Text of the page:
Sunday, December 23, 2018

The Freedom to Pursue Justice

The Freedom to Pursue Justice
By Angela Smith, HEAL National Coordinator/Co-Founder

As a victim of child abuse, sodomy, sexual abuse, and institutionalized abuse, I have pursued justice.  When sodomized at age 6, the crime was reported.  The perpetrator was 17 and his file was sealed.  That perpetrator went on to become a police officer in Washington State.  As a teen, I reported abuse to my school and they notified social services who sent a social worker to my home.  The social worker advised that she could place me in foster care.  I knew a girl in foster care at my school who told me she had been sexually abused at most of her placements, including her current placement.  So, I felt foster care wasn't the best option.  I didn't think to report it to the police as the authority figures in my life thought social services was the right agency to contact.  But, I had the right to do so.  To escape the abuse at home I attempted suicide and voluntarily received brief inpatient care at a psychiatric hospital.  They knew I was being abused and did not advise I call the police to report the crimes nor did they report it as mandated reporters.  Instead, they suggested I go to a boarding school in Utah where I was abused and had no way to contact authorities at that point as my communications were restricted and monitored.  But, I was able to write home and extended family who rescued me from Utah after a few months.

Being relieved to be free from Provo Canyon School and suffering compounded trauma from that experience, my abusers at home and the professionals they chose recommended I not pursue legal action for my own well-being because testifying may trigger my trauma.  Being a teen, I didn't feel I had the support needed to pursue justice further.  But, the reality is that the individuals who suggested I not pursue justice were most likely in the eyes of the law to be co-conspirators or co-defendants to cover up child abuse, sexual abuse, and false imprisonment/kidnapping by fraud.  The hospital I was at has changed ownership along with the program in Utah, both are now owned by the same parent company which has been in trouble with the Department of Justice for fraud.[1][2]  So, maybe we need a stiffer penalty than fines for fraud.  That would be worthwhile legislation.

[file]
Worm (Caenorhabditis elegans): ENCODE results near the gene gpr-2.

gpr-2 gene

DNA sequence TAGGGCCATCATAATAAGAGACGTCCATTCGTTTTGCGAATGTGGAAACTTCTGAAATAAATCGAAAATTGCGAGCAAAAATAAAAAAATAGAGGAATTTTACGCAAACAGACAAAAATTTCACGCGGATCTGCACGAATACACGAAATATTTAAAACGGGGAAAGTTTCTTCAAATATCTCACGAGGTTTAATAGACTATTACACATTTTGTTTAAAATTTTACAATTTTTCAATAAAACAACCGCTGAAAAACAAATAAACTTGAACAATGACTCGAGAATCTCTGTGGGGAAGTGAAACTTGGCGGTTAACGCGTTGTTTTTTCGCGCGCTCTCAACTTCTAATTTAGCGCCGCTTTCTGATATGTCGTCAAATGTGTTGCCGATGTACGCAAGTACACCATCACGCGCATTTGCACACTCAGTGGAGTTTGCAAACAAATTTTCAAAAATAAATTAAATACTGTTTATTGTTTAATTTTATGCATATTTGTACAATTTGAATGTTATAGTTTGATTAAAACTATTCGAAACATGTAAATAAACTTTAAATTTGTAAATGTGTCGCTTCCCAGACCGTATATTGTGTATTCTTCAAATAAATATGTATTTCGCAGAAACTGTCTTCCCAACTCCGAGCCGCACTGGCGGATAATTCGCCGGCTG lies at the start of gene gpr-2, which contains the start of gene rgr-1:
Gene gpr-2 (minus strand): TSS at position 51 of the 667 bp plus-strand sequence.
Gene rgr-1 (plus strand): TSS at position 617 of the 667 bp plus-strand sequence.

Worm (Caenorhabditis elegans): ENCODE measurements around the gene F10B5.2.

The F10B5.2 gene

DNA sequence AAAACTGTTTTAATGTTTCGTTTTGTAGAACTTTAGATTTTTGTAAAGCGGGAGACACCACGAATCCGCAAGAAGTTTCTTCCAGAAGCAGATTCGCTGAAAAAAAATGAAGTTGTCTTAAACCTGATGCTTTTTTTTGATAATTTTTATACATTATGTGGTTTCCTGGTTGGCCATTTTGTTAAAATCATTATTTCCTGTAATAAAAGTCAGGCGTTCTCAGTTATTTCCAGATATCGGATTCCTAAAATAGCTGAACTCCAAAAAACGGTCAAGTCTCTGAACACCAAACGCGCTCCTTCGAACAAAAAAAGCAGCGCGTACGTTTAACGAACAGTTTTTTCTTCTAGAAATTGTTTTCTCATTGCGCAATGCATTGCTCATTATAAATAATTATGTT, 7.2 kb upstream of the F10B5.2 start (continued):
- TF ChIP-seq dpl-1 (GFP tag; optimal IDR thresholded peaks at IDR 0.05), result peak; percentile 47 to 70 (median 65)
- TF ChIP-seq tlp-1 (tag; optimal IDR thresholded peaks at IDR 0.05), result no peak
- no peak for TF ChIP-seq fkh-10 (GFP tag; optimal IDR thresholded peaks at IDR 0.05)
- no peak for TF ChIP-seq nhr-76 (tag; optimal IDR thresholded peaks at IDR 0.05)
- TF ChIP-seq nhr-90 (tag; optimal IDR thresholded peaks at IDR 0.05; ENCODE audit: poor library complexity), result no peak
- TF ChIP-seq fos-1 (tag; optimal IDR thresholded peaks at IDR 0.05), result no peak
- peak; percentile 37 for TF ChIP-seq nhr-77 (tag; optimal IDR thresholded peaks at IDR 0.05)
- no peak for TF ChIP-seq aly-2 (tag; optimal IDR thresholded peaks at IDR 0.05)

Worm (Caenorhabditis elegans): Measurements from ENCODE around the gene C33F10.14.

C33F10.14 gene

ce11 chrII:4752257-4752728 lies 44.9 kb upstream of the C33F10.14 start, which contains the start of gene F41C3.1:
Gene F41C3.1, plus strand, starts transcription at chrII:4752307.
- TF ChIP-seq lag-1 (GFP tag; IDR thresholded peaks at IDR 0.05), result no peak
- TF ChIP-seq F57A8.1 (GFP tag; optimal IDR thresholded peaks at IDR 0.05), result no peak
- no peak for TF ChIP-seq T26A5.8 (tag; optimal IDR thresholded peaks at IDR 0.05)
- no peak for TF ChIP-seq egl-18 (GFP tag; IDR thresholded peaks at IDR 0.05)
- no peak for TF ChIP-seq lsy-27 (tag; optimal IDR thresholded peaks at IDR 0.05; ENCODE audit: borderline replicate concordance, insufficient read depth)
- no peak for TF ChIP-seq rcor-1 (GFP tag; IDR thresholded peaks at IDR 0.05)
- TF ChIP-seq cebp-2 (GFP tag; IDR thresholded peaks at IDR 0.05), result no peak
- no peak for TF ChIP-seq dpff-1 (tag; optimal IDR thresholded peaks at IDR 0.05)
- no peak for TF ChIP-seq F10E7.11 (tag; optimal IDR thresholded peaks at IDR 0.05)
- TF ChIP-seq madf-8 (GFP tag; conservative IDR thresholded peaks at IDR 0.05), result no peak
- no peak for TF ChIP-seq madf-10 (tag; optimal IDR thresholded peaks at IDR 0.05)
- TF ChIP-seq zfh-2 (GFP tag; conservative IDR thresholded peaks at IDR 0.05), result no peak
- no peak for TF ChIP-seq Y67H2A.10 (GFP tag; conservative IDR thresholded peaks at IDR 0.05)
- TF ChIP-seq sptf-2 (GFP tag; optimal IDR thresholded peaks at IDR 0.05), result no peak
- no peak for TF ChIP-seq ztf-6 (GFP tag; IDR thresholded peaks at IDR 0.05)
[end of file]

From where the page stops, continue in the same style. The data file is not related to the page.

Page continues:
The issue we as victims of childhood abuses have is that sometimes trauma makes us overlook the obvious or suggestions that we write congress rather than pursue available remedies at law seem like a good idea.  If something is already a crime or even tort, then, remedies exist such as filing criminal complaints in the proper jurisdiction and regarding specific crime(s), filing consumer complaints with your home state's attorney general (which you can do at by clicking on appropriate link on that page), and filing a civil suit before any statute of limitations has expired on your cause(s) of action.  Failing to do this in a timely fashion is a forfeiture of your right to justice in the eyes of the law and reasonably so in many cases.  So, while trauma is very upsetting and being a victim of crime is very traumatizing, the remedies remain filing criminal complaints, consumer complaints, and/or filing a lawsuit within the statute of limitations.  Regulation doesn't work and just allows for pretense and cover up of crime in most cases.  So, everyone should encourage victims of crime, regardless of age or infirmity, to report crime to the authorities as soon as humanly possible.  And, if you choose not to do so for any reason, the public is likely to ask why you didn't and whether you knew that was an option leading to some embarrassment and/or defensive response about your personal circumstances and why it didn't happen in your case.  But, that's not a basis for a movement.  This is why HEAL will likely be shifting our priorities in 2019 and ask individual survivors to support each other who need emotional support but are not interested in pursuing justice or can no longer do so as a result of the statute of limitations on their cause(s) of action.

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